As firms take advantage of these new opportunities, the lines of financial businesses are blurring significantly. From a functional vantage, it is difficult to tell the difference between brokers, hedge funds and exchanges as each tries to poach the other’s business. Exchanges have begun to bypass brokers to directly connect large market users—many of them hedge funds—to trading facilities. Similarly, brokerage firms want a piece of the risk assumption and mitigation action as many of them now own exchanges, clearing houses and hedge funds in order to compete for this business.
As these major structural changes occur, how do regulators keep pace? To be honest, keeping pace is optimistic—realistically, I am hoping we can keep the industry’s taillights in view. While the private sector views globalization as an opportunity, regulators are grudgingly adapting to the modern economy. In another ongoing survey by IBM, 95 percent of the financial industry interviewed thought globalization to be a growth opportunity rather than a threat. Of the five percent who felt threatened, nearly all were regulators. Why is this? Because regulators understand that globalization shakes the core foundation of their regulatory models.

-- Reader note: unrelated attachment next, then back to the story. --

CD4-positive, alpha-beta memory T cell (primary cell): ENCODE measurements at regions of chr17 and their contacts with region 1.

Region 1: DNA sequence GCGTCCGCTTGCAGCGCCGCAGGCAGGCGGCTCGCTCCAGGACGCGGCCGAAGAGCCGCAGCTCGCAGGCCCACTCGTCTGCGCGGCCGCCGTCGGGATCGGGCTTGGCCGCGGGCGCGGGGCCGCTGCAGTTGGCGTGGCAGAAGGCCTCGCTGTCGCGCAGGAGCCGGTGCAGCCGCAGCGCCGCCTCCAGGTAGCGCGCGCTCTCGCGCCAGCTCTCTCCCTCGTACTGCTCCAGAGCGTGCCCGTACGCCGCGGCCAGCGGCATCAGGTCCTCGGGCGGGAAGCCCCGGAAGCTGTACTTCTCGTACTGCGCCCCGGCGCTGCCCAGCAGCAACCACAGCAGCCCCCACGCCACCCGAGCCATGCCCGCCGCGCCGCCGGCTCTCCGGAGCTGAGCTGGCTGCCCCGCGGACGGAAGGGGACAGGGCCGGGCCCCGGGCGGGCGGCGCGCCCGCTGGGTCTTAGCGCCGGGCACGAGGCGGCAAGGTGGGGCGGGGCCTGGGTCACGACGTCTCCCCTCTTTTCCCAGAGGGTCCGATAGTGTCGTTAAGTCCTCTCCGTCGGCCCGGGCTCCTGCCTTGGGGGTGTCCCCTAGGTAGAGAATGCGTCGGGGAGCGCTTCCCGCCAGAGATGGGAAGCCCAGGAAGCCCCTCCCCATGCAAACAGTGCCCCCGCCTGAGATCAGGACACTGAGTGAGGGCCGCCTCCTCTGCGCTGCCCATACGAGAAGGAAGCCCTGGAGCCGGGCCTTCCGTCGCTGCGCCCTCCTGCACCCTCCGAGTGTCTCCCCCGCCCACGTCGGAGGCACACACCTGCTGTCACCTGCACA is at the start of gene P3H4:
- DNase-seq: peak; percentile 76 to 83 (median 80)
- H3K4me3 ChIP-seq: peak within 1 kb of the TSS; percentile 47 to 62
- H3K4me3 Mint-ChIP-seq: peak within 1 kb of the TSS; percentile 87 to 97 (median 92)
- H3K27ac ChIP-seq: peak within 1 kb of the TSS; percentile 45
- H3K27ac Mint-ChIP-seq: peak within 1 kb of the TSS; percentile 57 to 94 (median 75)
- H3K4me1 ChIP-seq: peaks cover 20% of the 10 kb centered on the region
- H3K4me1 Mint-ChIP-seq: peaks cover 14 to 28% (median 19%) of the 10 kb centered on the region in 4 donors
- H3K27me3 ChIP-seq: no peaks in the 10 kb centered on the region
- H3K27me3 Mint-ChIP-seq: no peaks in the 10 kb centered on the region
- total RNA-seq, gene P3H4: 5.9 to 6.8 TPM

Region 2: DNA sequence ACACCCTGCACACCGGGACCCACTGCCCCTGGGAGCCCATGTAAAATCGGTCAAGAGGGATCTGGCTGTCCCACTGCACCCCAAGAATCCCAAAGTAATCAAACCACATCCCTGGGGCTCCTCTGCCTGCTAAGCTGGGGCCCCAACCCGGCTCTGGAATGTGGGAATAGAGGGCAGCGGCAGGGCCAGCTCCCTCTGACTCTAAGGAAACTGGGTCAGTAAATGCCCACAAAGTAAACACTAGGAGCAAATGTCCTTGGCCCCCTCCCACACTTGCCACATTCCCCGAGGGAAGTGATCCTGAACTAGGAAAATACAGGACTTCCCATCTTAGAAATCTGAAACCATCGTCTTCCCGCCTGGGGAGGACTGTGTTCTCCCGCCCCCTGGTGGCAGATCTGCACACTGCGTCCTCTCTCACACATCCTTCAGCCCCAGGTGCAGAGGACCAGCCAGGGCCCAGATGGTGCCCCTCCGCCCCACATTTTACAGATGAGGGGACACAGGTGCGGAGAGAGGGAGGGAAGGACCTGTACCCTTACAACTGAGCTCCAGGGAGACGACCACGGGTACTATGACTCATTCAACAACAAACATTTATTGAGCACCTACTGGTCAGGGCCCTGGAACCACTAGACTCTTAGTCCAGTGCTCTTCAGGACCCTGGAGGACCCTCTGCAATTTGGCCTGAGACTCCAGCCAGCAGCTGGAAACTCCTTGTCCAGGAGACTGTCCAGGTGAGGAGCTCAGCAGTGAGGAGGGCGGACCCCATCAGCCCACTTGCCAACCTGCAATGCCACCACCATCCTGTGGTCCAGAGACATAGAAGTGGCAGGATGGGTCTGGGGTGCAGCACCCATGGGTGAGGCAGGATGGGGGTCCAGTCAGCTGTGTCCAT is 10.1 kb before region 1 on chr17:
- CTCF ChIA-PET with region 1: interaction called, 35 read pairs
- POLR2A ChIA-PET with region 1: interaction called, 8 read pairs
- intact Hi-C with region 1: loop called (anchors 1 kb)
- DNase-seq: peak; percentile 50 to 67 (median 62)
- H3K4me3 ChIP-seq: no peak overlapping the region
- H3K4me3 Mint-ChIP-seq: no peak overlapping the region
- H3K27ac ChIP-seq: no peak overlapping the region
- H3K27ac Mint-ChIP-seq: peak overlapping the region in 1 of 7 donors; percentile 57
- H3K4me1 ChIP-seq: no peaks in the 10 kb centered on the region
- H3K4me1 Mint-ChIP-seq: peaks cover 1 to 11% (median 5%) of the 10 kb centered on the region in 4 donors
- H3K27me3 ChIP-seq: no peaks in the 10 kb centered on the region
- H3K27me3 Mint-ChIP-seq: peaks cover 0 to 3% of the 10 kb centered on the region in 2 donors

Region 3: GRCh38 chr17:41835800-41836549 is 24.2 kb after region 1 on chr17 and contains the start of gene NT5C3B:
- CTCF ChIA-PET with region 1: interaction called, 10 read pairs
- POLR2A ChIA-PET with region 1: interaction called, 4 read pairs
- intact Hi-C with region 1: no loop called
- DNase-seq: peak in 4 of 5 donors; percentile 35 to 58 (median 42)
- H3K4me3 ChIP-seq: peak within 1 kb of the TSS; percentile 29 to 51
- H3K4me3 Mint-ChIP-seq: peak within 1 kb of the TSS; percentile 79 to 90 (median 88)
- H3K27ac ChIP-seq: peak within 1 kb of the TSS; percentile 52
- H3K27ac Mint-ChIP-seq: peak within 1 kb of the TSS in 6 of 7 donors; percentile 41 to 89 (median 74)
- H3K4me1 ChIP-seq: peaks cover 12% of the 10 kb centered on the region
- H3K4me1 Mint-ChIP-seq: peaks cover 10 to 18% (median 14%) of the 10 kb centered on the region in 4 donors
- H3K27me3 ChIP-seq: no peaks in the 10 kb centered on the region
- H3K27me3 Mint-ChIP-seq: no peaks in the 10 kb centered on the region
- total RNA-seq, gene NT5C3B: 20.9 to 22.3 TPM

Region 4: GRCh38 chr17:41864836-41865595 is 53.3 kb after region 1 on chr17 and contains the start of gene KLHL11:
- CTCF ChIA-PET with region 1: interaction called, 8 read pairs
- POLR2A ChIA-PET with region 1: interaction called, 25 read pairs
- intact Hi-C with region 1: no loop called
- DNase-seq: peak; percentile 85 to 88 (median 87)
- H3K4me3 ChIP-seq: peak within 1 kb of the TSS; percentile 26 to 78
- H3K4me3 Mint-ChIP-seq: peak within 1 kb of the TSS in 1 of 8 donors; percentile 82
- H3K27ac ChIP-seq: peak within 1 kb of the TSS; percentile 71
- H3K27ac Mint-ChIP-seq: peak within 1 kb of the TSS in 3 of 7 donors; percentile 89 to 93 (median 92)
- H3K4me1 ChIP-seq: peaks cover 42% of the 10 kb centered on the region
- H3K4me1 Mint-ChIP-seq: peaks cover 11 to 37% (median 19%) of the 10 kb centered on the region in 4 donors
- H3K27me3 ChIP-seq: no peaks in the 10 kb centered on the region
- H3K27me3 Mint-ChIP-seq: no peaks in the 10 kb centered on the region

Regulators no longer live in a “bright-line” jurisdictional world. Determining where an electronic exchange is located is difficult, if not impossible, with servers, boards of directors, customers, clearing and self-regulators scattered around the globe. Former Federal Reserve Chairman Alan Greenspan noted that “[o]rganizing financial exchanges in a geographic place doesn't seem necessary...[t]he only market out there...is cyberspace.” How does the modern regulator, defined by the quirks of its nation’s laws and history, function in an interconnected global economy?
To say the least, it is difficult—but I think the key for regulators is not only to work harder, but work smarter.
When I came to the Commission nearly five years ago, I challenged myself, and our agency, to adhere to this “smart” oversight philosophy. The smart regulation concept, developed by former Harvard professor and OMB regulatory czar, John Graham, seeks to promote the adoption of regulations that are effective, less costly and tailored to specific risks and societal outcomes. The smart regulation approach does not necessarily mean more regulation or less regulation. There will be times when the risk analysis and public sentiment justify a greater regulatory involvement. But regulators are obligated to weigh the costs to the public as well as the benefits of implementing regulations, and to do so in a timely, informed and open manner.